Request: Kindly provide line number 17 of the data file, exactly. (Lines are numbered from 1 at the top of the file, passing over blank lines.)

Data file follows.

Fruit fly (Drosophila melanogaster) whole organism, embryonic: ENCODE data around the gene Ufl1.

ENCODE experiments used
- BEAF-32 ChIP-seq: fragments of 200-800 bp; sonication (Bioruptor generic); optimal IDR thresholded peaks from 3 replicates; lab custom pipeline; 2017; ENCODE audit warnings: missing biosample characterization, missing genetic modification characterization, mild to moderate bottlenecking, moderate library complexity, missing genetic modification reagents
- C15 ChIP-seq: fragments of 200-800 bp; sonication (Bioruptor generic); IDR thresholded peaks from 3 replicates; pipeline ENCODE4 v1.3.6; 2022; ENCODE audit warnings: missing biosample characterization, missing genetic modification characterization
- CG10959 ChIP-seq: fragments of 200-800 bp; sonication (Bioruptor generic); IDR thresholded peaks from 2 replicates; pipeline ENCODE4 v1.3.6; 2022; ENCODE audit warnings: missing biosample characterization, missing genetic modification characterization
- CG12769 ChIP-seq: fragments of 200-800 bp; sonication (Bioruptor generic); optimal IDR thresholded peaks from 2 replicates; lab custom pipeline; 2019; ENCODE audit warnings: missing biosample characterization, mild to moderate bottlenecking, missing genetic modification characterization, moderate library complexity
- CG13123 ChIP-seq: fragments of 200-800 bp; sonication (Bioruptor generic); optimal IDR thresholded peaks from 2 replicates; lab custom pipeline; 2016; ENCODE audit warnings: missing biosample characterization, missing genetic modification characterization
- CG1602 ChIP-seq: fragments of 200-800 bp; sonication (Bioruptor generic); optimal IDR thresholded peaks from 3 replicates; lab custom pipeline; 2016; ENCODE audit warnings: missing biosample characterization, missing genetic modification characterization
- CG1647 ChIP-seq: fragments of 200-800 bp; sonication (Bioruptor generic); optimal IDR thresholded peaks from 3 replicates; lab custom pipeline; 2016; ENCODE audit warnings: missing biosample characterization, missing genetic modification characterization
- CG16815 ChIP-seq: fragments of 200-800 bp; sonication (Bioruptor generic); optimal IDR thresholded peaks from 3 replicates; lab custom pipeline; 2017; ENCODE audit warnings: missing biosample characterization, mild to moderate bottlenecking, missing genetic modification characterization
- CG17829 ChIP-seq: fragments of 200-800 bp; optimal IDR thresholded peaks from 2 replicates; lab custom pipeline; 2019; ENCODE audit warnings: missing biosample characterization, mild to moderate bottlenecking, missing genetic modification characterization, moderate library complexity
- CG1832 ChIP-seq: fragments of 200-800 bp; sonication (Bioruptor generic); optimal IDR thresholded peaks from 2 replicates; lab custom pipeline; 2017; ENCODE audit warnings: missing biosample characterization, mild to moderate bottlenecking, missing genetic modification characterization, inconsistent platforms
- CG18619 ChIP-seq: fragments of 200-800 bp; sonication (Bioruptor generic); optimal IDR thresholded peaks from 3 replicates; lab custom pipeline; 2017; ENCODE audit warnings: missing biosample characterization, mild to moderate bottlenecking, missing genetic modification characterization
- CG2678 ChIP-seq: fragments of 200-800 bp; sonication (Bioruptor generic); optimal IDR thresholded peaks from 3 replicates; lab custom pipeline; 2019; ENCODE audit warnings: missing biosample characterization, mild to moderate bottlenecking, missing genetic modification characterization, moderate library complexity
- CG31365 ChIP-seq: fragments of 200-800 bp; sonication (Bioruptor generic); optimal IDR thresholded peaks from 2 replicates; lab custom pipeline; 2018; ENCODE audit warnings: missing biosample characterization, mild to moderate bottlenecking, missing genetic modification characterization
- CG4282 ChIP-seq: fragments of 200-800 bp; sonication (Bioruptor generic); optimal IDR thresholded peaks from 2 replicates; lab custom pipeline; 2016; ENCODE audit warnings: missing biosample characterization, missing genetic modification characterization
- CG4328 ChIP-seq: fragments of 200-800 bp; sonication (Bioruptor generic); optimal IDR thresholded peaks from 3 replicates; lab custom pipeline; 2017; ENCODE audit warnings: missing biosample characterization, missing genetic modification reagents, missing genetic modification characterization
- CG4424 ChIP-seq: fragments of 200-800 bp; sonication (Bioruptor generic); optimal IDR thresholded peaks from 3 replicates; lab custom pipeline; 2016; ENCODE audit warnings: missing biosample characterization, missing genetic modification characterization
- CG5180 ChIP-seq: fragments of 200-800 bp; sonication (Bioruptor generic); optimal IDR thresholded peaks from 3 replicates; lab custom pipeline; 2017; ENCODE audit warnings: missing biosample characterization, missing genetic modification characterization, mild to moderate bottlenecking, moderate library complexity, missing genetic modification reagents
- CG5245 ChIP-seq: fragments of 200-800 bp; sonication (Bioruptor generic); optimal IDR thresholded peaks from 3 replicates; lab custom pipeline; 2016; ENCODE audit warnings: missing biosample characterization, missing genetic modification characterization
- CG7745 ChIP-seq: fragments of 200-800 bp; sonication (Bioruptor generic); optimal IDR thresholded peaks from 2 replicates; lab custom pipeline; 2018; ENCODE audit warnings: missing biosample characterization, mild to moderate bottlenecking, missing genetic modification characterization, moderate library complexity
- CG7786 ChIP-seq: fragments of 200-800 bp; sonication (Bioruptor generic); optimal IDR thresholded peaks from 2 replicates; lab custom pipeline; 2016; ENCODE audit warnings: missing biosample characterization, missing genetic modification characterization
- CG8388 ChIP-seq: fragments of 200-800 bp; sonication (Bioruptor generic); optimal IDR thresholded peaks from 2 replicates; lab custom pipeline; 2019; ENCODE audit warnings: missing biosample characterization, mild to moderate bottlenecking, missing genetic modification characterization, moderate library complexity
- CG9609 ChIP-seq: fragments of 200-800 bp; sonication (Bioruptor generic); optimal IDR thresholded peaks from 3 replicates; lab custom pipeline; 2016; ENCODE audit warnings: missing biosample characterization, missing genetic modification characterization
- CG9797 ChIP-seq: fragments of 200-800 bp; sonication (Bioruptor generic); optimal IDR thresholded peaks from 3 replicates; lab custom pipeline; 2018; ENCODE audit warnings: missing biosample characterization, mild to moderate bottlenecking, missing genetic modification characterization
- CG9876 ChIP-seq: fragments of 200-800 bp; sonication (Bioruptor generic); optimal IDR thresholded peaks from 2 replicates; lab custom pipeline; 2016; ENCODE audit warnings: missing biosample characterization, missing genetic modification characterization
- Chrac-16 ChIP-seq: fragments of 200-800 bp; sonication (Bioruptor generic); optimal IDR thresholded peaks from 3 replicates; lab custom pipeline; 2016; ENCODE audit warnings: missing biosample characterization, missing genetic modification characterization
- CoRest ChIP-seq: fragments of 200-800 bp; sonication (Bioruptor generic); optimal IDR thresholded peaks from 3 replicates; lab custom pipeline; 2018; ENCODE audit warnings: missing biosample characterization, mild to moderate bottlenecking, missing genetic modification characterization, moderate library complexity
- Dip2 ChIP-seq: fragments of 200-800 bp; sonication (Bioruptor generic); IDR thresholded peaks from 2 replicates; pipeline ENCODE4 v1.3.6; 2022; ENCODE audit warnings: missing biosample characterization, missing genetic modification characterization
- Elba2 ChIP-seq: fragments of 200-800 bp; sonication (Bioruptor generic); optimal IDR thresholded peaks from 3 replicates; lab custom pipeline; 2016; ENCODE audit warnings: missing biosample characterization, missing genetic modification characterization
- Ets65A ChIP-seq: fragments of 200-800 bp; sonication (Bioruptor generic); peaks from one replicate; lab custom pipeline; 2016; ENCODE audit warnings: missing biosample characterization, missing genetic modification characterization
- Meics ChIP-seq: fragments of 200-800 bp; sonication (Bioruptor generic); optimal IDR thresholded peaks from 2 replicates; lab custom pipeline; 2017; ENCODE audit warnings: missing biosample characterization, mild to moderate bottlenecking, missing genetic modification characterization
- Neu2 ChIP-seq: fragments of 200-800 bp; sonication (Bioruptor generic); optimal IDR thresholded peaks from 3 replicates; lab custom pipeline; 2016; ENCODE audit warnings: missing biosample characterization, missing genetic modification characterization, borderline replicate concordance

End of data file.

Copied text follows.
- CG4328 ChIP-seq: fragments of 200-800 bp; sonication (Bioruptor generic); optimal IDR thresholded peaks from 3 replicates; lab custom pipeline; 2017; ENCODE audit warnings: missing biosample characterization, missing genetic modification reagents, missing genetic modification characterization